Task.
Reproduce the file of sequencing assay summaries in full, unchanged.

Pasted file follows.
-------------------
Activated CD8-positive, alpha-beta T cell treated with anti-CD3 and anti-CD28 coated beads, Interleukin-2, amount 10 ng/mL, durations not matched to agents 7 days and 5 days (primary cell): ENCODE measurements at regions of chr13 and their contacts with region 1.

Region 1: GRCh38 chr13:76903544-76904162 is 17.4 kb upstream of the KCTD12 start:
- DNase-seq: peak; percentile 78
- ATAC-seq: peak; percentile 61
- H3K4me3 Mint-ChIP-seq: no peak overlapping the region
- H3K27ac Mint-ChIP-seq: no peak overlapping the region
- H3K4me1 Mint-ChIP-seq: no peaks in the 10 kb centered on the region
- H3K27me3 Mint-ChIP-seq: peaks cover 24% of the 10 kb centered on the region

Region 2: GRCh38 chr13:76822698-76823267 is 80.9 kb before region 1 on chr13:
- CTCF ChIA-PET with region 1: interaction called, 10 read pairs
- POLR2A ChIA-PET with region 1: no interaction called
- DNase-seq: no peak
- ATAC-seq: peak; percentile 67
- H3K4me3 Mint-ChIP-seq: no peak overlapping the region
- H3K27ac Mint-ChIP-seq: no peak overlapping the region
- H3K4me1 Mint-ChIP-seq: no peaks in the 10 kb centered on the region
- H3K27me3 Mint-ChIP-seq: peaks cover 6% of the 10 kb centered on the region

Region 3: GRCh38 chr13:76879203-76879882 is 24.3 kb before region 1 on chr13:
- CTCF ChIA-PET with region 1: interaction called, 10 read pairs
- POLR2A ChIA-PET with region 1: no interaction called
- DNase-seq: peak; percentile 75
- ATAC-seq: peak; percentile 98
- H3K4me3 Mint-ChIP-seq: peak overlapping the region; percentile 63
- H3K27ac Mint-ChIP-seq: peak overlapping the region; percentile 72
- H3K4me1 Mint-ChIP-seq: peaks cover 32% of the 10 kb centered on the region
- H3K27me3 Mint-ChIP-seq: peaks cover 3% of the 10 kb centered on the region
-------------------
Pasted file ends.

Activated CD8-positive, alpha-beta T cell treated with anti-CD3 and anti-CD28 coated beads, Interleukin-2, amount 10 ng/mL, durations not matched to agents 7 days and 5 days (primary cell): ENCODE measurements at regions of chr13 and their contacts with region 1.

Region 1: GRCh38 chr13:76903544-76904162 is 17.4 kb upstream of the KCTD12 start:
- DNase-seq: peak; percentile 78
- ATAC-seq: peak; percentile 61
- H3K4me3 Mint-ChIP-seq: no peak overlapping the region
- H3K27ac Mint-ChIP-seq: no peak overlapping the region
- H3K4me1 Mint-ChIP-seq: no peaks in the 10 kb centered on the region
- H3K27me3 Mint-ChIP-seq: peaks cover 24% of the 10 kb centered on the region

Region 2: GRCh38 chr13:76822698-76823267 is 80.9 kb before region 1 on chr13:
- CTCF ChIA-PET with region 1: interaction called, 10 read pairs
- POLR2A ChIA-PET with region 1: no interaction called
- DNase-seq: no peak
- ATAC-seq: peak; percentile 67
- H3K4me3 Mint-ChIP-seq: no peak overlapping the region
- H3K27ac Mint-ChIP-seq: no peak overlapping the region
- H3K4me1 Mint-ChIP-seq: no peaks in the 10 kb centered on the region
- H3K27me3 Mint-ChIP-seq: peaks cover 6% of the 10 kb centered on the region

Region 3: GRCh38 chr13:76879203-76879882 is 24.3 kb before region 1 on chr13:
- CTCF ChIA-PET with region 1: interaction called, 10 read pairs
- POLR2A ChIA-PET with region 1: no interaction called
- DNase-seq: peak; percentile 75
- ATAC-seq: peak; percentile 98
- H3K4me3 Mint-ChIP-seq: peak overlapping the region; percentile 63
- H3K27ac Mint-ChIP-seq: peak overlapping the region; percentile 72
- H3K4me1 Mint-ChIP-seq: peaks cover 32% of the 10 kb centered on the region
- H3K27me3 Mint-ChIP-seq: peaks cover 3% of the 10 kb centered on the region